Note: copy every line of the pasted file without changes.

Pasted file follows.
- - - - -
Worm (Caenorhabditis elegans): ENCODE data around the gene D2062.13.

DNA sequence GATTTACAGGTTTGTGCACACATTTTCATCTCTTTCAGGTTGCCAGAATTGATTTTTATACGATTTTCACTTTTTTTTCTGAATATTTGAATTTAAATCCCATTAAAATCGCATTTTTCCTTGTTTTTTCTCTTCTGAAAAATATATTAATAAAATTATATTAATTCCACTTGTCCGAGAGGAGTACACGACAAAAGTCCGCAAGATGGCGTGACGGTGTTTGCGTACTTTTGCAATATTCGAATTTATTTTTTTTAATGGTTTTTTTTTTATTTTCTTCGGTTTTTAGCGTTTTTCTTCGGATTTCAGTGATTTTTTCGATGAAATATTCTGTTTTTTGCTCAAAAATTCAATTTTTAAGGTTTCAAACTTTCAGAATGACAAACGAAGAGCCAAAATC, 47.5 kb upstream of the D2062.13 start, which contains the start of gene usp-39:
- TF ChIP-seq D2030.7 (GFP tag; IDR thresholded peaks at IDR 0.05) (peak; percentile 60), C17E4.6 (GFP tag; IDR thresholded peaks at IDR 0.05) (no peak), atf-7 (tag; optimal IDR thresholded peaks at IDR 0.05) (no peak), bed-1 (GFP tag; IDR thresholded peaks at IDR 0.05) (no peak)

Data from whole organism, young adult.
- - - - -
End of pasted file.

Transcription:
Worm (Caenorhabditis elegans): ENCODE data around the gene D2062.13.

DNA sequence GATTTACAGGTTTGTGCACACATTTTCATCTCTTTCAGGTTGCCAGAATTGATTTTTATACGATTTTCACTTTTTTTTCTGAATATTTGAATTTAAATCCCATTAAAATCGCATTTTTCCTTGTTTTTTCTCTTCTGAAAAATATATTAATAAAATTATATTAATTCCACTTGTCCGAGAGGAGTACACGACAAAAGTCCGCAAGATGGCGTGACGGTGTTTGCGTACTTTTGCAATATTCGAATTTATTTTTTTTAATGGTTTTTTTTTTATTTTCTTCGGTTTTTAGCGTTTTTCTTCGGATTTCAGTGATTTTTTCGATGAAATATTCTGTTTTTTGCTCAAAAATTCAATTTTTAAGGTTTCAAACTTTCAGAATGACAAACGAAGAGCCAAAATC, 47.5 kb upstream of the D2062.13 start, which contains the start of gene usp-39:
- TF ChIP-seq D2030.7 (GFP tag; IDR thresholded peaks at IDR 0.05) (peak; percentile 60), C17E4.6 (GFP tag; IDR thresholded peaks at IDR 0.05) (no peak), atf-7 (tag; optimal IDR thresholded peaks at IDR 0.05) (no peak), bed-1 (GFP tag; IDR thresholded peaks at IDR 0.05) (no peak)

Data from whole organism, young adult.